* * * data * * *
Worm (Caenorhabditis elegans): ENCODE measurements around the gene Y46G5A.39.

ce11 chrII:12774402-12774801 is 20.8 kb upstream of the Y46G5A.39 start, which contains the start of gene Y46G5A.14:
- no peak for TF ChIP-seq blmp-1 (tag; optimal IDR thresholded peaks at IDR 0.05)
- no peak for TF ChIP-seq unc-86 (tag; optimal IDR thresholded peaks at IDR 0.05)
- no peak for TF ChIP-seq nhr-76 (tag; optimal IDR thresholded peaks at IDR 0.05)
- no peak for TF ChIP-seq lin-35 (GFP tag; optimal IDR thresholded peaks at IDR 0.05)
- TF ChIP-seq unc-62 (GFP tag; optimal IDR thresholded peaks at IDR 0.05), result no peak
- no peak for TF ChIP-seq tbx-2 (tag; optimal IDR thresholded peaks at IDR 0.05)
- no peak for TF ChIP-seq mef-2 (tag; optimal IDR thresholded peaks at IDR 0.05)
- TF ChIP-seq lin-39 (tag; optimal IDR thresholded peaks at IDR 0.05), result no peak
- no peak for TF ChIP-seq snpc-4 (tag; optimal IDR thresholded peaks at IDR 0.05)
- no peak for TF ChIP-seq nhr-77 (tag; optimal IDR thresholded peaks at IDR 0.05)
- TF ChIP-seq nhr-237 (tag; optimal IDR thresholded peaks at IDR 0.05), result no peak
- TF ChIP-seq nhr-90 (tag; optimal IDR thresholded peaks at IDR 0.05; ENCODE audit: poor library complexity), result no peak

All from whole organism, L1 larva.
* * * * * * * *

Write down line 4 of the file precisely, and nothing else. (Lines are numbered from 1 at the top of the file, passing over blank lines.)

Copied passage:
- no peak for TF ChIP-seq unc-86 (tag; optimal IDR thresholded peaks at IDR 0.05)